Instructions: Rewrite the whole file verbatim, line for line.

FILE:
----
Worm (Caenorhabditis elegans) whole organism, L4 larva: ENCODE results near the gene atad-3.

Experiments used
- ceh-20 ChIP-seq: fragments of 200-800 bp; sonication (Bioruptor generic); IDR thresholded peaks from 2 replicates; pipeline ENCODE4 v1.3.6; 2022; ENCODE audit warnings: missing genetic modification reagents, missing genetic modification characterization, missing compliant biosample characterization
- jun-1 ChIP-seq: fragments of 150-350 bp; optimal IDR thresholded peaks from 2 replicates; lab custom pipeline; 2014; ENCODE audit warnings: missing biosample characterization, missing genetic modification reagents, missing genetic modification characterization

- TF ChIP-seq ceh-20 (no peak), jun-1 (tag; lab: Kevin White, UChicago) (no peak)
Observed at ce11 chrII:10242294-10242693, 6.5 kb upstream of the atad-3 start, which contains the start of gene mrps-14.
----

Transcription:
Worm (Caenorhabditis elegans) whole organism, L4 larva: ENCODE results near the gene atad-3.

Experiments used
- ceh-20 ChIP-seq: fragments of 200-800 bp; sonication (Bioruptor generic); IDR thresholded peaks from 2 replicates; pipeline ENCODE4 v1.3.6; 2022; ENCODE audit warnings: missing genetic modification reagents, missing genetic modification characterization, missing compliant biosample characterization
- jun-1 ChIP-seq: fragments of 150-350 bp; optimal IDR thresholded peaks from 2 replicates; lab custom pipeline; 2014; ENCODE audit warnings: missing biosample characterization, missing genetic modification reagents, missing genetic modification characterization

- TF ChIP-seq ceh-20 (no peak), jun-1 (tag; lab: Kevin White, UChicago) (no peak)
Observed at ce11 chrII:10242294-10242693, 6.5 kb upstream of the atad-3 start, which contains the start of gene mrps-14.